Fixing Social Security

Fixing Social Security

When Ronald Reagan was the GOP candidate for president 42 years ago, I went to some sort of political event/lecture at the University of Michigan, where I was an undergraduate at the time. The subject was Social Security, and the speaker, who was a Reagan supporter, assured all us tail end baby boomers that Social Security was a Ponzi scheme that was going to go bankrupt, and we would never see any money out of it.

This was a standard right wing talking point at the time, and it has changed very little in the decades since.

The reality has always been very different. Social Security is a government program whereby taxes on income earned by younger people pay retirement benefits to older people. (There’s a very important disability side to all this that I won’t discuss here because it deserves its own post.) Because it is known that socialism is against God’s Law and the Bible, this cannot be stated in plain terms. Instead, the government has to engage in a lot of hooey that more or less gives people the impression that they have some sort of personal SSA account, like a private contractual pension, to which they contribute money which they will get back later.

Currently, if nothing whatsoever is done about the way Social Security is funded, the government would only be able to pay out 80% of the benefits it would otherwise pay out to beneficiaries, starting in the middle of the next decade. Of course that’s not a politically possible option, at least not yet, so various fixes to deal with the gap are being floated a dozen years ahead of time.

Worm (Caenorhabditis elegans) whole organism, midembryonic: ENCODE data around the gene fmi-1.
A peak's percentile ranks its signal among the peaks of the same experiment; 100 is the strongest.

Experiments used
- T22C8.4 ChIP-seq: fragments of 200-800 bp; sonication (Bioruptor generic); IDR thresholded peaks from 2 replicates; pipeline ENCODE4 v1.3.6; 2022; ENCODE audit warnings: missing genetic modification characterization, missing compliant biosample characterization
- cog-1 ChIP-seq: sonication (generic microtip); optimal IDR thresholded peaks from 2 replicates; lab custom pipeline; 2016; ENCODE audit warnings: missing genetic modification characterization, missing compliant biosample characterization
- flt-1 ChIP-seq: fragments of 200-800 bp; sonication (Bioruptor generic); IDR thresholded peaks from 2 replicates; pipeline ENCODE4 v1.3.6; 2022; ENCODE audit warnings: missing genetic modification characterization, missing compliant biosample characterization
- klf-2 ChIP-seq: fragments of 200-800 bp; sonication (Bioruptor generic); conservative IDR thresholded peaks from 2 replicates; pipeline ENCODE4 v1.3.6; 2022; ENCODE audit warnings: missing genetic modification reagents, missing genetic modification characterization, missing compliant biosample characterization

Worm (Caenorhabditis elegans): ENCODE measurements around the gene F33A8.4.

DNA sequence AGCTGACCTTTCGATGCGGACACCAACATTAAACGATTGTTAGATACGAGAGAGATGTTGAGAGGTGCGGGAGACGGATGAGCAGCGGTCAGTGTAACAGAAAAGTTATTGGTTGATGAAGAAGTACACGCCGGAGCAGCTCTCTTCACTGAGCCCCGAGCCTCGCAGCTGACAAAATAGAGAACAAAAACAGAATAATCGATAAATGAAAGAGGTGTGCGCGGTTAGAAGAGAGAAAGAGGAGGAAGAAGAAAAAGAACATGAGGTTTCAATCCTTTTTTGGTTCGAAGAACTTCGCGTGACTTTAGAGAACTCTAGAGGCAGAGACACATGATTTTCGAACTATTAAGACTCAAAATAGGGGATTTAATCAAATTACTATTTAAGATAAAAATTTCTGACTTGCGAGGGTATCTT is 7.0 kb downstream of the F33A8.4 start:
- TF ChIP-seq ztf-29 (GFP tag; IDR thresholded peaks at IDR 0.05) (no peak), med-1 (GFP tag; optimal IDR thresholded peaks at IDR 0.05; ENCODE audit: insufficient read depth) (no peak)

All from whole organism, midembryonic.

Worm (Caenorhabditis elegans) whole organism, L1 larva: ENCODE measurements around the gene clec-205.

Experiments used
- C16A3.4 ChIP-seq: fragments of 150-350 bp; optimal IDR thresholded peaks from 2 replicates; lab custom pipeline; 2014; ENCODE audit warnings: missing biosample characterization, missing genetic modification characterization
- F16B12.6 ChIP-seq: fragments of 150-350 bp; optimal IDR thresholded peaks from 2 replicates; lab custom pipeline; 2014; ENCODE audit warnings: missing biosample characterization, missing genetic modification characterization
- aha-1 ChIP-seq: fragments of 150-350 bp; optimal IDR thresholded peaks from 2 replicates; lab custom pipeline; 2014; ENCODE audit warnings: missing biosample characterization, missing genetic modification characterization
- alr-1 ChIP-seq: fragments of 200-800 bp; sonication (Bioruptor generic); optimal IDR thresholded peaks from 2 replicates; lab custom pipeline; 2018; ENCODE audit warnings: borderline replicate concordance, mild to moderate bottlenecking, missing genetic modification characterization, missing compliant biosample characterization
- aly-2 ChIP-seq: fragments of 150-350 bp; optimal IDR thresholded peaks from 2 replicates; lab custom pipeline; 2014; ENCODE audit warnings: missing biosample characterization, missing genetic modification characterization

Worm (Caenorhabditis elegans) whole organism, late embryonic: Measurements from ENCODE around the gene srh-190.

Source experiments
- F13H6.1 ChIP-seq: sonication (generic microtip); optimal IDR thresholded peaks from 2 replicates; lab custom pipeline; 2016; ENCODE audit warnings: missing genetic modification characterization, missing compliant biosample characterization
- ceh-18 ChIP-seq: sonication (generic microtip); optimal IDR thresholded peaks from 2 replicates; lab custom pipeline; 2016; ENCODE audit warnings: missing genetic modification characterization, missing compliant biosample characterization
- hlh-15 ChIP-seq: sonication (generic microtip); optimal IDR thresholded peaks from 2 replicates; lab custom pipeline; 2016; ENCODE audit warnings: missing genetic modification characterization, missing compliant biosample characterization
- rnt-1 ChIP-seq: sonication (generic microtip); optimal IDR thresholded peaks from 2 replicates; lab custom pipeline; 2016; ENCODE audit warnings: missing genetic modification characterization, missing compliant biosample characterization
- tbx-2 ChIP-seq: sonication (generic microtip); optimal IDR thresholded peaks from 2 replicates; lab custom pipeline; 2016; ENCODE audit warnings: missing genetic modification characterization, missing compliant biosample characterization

Elizabeth Warren and Bernie Sanders have a very sensible one:

In 2022, payroll taxes are applied to income up to $147,000. The bill calls for lifting that cap and applying the Social Security payroll tax to all income of more than $250,000.

Social Security payroll taxes are applied at a rate of 6.2% for both the employer and employee, for a total of 12.4%, which is deducted from paychecks.

The bill calls for having the wealthy pay more through a 12.4% tax on investment and business income. It would also apply levies to certain business income that is not currently subject to payroll taxes.

Note that in this nation of temporarily embarrassed billionaires, this proposal wouldn’t even raise taxes on more than 93% of households. Basically, a few rich people would have to pay a little more in taxes, to keep our nation’s most important social welfare program strong. Indeed the proposal would actually increase social security benefits by $2,400 per year, as well as eliminating any shortfall for at least the next 75 years. I mean who could object to that?

The new proposal has the backing of advocacy groups focused on expanding Social Security, including Social Security Works and the National Committee to Preserve Social Security and Medicare.

However, Republican leaders were quick to take issue with the plan, particularly the proposed tax increases, at the Senate hearing on Thursday.

“This bill has no chance whatsoever of receiving a single Republican vote in either House,” said Sen. Mitt Romney, R-Utah. “So it will not be passed.”

Note that Republicans are currently in the minority in both houses of Congress and also don’t hold the presidency so in fact this bill would pass if every Democrat (or “Democrat”) were to vote for it, and the president were to sign it.

Isn’t it pretty to think so?

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